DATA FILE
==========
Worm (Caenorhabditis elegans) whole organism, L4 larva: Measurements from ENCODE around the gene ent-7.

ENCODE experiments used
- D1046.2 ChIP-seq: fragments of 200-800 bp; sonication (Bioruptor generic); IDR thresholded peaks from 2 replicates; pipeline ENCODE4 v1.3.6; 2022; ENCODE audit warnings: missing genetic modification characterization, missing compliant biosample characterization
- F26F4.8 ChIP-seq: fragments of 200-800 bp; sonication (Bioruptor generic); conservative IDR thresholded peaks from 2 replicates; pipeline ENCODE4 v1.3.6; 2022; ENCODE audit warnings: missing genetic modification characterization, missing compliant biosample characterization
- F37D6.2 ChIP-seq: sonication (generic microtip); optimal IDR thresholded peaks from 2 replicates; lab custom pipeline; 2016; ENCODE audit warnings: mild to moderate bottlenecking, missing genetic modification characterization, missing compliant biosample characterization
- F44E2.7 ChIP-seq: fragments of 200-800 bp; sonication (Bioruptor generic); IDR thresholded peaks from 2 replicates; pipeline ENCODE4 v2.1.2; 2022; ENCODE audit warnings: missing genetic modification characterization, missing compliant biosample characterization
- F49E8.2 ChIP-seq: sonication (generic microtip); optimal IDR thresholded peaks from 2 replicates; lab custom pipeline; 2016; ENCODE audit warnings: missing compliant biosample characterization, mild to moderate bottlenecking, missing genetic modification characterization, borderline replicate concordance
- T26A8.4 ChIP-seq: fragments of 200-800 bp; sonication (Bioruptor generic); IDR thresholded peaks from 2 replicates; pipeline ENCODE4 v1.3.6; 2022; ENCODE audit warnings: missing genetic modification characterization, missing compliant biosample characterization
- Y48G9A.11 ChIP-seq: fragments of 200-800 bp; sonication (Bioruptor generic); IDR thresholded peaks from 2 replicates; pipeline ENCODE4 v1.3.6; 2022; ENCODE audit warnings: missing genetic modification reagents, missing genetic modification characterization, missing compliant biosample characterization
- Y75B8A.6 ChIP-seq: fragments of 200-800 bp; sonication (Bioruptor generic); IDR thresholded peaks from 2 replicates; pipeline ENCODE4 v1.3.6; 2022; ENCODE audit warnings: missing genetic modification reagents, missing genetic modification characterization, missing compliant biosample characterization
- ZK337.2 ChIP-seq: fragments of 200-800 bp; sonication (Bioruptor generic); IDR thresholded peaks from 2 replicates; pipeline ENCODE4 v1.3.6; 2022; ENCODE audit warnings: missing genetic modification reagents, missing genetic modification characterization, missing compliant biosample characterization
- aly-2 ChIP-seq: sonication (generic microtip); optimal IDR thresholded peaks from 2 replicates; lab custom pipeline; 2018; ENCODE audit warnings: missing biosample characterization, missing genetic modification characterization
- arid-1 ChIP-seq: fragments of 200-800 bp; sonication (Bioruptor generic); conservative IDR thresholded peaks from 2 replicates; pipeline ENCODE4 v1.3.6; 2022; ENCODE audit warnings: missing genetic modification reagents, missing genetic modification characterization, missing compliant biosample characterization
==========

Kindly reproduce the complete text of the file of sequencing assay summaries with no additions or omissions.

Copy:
Worm (Caenorhabditis elegans) whole organism, L4 larva: Measurements from ENCODE around the gene ent-7.

ENCODE experiments used
- D1046.2 ChIP-seq: fragments of 200-800 bp; sonication (Bioruptor generic); IDR thresholded peaks from 2 replicates; pipeline ENCODE4 v1.3.6; 2022; ENCODE audit warnings: missing genetic modification characterization, missing compliant biosample characterization
- F26F4.8 ChIP-seq: fragments of 200-800 bp; sonication (Bioruptor generic); conservative IDR thresholded peaks from 2 replicates; pipeline ENCODE4 v1.3.6; 2022; ENCODE audit warnings: missing genetic modification characterization, missing compliant biosample characterization
- F37D6.2 ChIP-seq: sonication (generic microtip); optimal IDR thresholded peaks from 2 replicates; lab custom pipeline; 2016; ENCODE audit warnings: mild to moderate bottlenecking, missing genetic modification characterization, missing compliant biosample characterization
- F44E2.7 ChIP-seq: fragments of 200-800 bp; sonication (Bioruptor generic); IDR thresholded peaks from 2 replicates; pipeline ENCODE4 v2.1.2; 2022; ENCODE audit warnings: missing genetic modification characterization, missing compliant biosample characterization
- F49E8.2 ChIP-seq: sonication (generic microtip); optimal IDR thresholded peaks from 2 replicates; lab custom pipeline; 2016; ENCODE audit warnings: missing compliant biosample characterization, mild to moderate bottlenecking, missing genetic modification characterization, borderline replicate concordance
- T26A8.4 ChIP-seq: fragments of 200-800 bp; sonication (Bioruptor generic); IDR thresholded peaks from 2 replicates; pipeline ENCODE4 v1.3.6; 2022; ENCODE audit warnings: missing genetic modification characterization, missing compliant biosample characterization
- Y48G9A.11 ChIP-seq: fragments of 200-800 bp; sonication (Bioruptor generic); IDR thresholded peaks from 2 replicates; pipeline ENCODE4 v1.3.6; 2022; ENCODE audit warnings: missing genetic modification reagents, missing genetic modification characterization, missing compliant biosample characterization
- Y75B8A.6 ChIP-seq: fragments of 200-800 bp; sonication (Bioruptor generic); IDR thresholded peaks from 2 replicates; pipeline ENCODE4 v1.3.6; 2022; ENCODE audit warnings: missing genetic modification reagents, missing genetic modification characterization, missing compliant biosample characterization
- ZK337.2 ChIP-seq: fragments of 200-800 bp; sonication (Bioruptor generic); IDR thresholded peaks from 2 replicates; pipeline ENCODE4 v1.3.6; 2022; ENCODE audit warnings: missing genetic modification reagents, missing genetic modification characterization, missing compliant biosample characterization
- aly-2 ChIP-seq: sonication (generic microtip); optimal IDR thresholded peaks from 2 replicates; lab custom pipeline; 2018; ENCODE audit warnings: missing biosample characterization, missing genetic modification characterization
- arid-1 ChIP-seq: fragments of 200-800 bp; sonication (Bioruptor generic); conservative IDR thresholded peaks from 2 replicates; pipeline ENCODE4 v1.3.6; 2022; ENCODE audit warnings: missing genetic modification reagents, missing genetic modification characterization, missing compliant biosample characterization